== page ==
Mini-Med 2019 #6
The term Epigenetics means a change in the expression of the DNA, often due to changes in the environment of the organism. This change can be inherited across generations, but the underlying DNA code does not change. Genes are turned on or off by epigenetic mechanisms which live on top of the DNA code. Think of your DNA as being the digital code for your body, and the epigenetic mechanisms are analog dials that regulate genes up or down. A consensus definition of the concept of epigenetic trait as a “stably heritable phenotype resulting from changes in a chromosome without alterations in the DNA sequence” was formulated at a Cold Spring Harbor meeting in 2008, so this is a relatively recent concept. It is likely that a significant percentage of the Blue Zone Vitality is due to epigenetic mechanisms.
This term was coined in 2005 in a National Geographic report. The National Geographic Blue Zones were identified as Sardinia in Italy, Okinawa, Loma Linda (Seventh Day Adventists), the Nicoya Peninsula in Costa Rica, and Icaria in Greece. Analysis of the Blue Zones reveals some traits that are common to all Blue Zones, specifically strong family ties and social engagement, no smoking, a plant-based diet including legumes and constant moderate physical activity. Additional longevity and vitality enhancing factors in most, but not all zones, are high polyphenol wine, empowerment of women, gardening, no time urgency, whole grains, culturally isolated, high soy and nut consumption and a strong spiritual community.
Epigenetic Management of Aging
Eat-Although there is a lack of consensus on the one perfect diet, a plant-based diet is a front-runner. That means a variety of fruits, whole grains and vegetables, consumed fresh, seasonally, and with minimal transportation. Organic produce, dairy and meats are more nutritious, period. The lack of a diverse, plant-based food supply is a consistently cited as a major contribution to cognitive decline. Currently we consume about 25 different vegetables at most, when we should have more than 200 in a diversified diet. In “the Old World” many unfamiliar foods such as purslane, sour grass, spring greens, dandelion and a variety of ferments were consumed daily.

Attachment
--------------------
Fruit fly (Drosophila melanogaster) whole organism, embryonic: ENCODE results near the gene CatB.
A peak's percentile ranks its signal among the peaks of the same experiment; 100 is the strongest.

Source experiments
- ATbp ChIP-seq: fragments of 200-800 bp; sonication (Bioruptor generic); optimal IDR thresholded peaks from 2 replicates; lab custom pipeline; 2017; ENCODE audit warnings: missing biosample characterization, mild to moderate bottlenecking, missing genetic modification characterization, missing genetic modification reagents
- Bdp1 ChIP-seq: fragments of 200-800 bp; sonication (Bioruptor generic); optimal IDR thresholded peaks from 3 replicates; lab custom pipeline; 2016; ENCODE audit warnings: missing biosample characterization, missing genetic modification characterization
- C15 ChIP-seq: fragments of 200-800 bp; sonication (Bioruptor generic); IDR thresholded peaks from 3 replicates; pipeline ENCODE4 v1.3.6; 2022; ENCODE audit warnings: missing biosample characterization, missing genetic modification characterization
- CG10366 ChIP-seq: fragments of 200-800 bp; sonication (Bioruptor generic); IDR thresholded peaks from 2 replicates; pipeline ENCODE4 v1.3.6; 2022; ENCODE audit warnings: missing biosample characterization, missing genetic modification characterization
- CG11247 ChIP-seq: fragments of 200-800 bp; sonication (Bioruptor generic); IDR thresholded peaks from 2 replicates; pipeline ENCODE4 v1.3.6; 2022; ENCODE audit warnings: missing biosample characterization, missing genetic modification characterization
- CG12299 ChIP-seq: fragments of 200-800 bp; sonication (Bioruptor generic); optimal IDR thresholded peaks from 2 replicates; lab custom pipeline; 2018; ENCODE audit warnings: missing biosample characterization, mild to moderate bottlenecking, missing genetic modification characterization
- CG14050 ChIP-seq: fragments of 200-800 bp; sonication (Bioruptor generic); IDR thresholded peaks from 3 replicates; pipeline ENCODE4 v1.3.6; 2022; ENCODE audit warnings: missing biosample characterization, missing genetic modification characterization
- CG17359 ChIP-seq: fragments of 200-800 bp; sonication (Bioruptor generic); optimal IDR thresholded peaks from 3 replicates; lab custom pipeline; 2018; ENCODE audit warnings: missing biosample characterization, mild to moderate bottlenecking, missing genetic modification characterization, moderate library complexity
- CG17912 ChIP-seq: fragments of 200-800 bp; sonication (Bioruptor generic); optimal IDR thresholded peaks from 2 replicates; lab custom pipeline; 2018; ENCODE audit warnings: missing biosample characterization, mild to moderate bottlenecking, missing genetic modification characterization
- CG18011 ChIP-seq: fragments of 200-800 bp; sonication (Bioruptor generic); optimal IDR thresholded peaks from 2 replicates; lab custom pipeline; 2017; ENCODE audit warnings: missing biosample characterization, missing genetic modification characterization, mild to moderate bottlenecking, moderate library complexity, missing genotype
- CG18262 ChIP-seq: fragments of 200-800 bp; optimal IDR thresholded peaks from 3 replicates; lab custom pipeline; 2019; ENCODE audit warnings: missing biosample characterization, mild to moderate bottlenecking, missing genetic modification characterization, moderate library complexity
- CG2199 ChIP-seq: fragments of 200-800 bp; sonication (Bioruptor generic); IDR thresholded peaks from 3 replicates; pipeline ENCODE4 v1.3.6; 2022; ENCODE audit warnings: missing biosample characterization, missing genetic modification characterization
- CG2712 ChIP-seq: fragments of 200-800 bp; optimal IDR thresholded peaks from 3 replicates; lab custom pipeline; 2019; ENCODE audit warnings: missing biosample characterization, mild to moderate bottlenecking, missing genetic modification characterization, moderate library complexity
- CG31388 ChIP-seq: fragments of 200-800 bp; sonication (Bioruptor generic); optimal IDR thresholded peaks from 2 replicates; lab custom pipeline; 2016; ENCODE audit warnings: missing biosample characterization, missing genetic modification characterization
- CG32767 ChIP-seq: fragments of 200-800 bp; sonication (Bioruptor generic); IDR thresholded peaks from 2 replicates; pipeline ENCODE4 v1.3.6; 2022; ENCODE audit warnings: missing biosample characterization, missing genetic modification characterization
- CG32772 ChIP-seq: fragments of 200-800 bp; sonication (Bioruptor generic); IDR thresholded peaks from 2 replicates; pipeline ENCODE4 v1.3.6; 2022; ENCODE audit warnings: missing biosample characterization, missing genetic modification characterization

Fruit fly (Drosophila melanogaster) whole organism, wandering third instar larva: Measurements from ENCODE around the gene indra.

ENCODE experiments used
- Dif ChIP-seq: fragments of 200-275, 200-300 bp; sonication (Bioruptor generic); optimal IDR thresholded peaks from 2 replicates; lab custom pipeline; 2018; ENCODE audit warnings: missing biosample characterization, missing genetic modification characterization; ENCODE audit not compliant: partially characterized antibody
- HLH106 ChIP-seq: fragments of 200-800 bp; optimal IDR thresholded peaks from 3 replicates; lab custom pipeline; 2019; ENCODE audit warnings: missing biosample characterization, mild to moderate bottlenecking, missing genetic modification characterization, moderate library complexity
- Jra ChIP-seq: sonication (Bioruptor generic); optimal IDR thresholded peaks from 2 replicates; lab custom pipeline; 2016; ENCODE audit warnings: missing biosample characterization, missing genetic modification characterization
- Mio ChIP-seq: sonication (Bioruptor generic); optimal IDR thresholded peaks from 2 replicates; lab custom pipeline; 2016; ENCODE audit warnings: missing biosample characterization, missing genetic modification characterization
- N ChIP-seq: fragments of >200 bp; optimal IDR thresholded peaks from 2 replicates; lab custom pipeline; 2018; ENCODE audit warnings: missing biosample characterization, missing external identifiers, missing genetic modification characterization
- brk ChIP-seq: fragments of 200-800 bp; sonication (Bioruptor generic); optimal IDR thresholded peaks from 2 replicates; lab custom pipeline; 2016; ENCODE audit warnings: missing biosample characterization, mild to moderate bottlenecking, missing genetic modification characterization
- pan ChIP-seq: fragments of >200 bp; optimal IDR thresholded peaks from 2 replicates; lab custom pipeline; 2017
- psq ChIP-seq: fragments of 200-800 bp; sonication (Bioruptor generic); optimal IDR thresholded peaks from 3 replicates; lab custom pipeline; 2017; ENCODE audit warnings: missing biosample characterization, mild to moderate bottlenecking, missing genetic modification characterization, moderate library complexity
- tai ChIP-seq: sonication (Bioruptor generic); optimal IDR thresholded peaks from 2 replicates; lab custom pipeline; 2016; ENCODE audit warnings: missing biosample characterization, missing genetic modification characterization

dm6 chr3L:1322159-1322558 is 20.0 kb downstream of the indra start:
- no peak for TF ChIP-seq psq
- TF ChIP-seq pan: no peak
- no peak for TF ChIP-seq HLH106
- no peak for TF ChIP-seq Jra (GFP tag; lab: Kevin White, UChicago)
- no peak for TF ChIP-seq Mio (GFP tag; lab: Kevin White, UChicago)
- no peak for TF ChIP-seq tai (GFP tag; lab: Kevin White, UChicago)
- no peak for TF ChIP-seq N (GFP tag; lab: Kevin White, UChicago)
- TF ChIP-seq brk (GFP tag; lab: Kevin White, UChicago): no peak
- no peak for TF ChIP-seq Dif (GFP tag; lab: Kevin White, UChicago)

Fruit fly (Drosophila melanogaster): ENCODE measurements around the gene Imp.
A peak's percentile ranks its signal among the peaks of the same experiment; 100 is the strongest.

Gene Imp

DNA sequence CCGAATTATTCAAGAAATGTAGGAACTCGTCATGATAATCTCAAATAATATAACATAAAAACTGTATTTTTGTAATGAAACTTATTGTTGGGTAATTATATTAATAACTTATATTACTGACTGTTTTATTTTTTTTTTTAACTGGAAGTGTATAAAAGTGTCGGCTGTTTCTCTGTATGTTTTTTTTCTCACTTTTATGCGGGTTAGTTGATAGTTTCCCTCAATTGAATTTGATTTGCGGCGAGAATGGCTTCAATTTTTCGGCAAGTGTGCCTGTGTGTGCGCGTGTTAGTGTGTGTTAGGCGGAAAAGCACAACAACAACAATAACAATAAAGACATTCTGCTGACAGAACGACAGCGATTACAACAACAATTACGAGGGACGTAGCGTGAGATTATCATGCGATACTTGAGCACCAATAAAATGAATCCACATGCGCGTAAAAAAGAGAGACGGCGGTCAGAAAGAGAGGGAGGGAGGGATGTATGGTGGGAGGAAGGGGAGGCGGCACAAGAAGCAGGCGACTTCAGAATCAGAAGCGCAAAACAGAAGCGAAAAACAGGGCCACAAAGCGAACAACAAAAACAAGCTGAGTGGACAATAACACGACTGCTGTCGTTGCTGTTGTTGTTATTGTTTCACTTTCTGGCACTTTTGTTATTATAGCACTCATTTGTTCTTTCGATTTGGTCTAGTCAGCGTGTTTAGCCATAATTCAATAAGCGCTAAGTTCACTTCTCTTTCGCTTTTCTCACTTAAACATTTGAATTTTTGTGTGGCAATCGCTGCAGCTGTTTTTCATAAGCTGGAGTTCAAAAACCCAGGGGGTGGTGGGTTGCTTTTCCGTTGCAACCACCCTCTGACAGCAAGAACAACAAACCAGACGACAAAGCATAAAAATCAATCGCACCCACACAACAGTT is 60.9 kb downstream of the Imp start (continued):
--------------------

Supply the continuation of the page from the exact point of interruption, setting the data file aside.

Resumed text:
Books discussed during the Mini-Med are listed here as evidence-based information sources. Dr. Taylor does not endorse any specific diet.
Gundry MD, S. Dr. Gundry’s Diet Evolution
This is a thoughtful discussion of the evolution of our diet and recommendations for optimizing that physiology. Contains actionable guidelines.
Bredesen MD, Dale, The End of Alzheimer’s: The first program to prevent and reverse cognitive decline
This is a more technical book and is also evidence-based. Dr. Bredesen’s protocol has a certification process for doctors, which is continuously evolving. I would recommend searching for a Bredesen certified practitioner on the Institute of Functional Medicine website https://www.ifm.org/
Just when you thought organic certification was safe, counterfeit organics have arrived. Also, organic hydroponics (grown only in nutrient water) are under consideration for organic certification. This is controversial as the quality of the food depends on the quality of the soil. Aside from the beneficial health issues, a well-managed soil is one of the highest carbon trappers and essential to the health of the planet. Resources for additional help and information in finding quality organics are:
Love- The importance of social connection cannot be under-emphasized. Humans and their dogs evolved to be sociable and friendly.
Play- Many activities are recommended to delay cognitive decline, but they may exercise only one cognitive domain (puzzles for example). You become excellent that skill, but that skill may not generalize to other cognitive capacities. Choose a task that engages as many intellectual and physical capacities as possible. Consider food foraging in a novel environment. Playing music, which is both physical and intellectual, has striking effects on neuroplasticity and brain development. Both Love and Play will be discussed in depth in the next Mini-Medical School.
Epigenetic Management of Aging, Part Two will be Feb 1, 2020.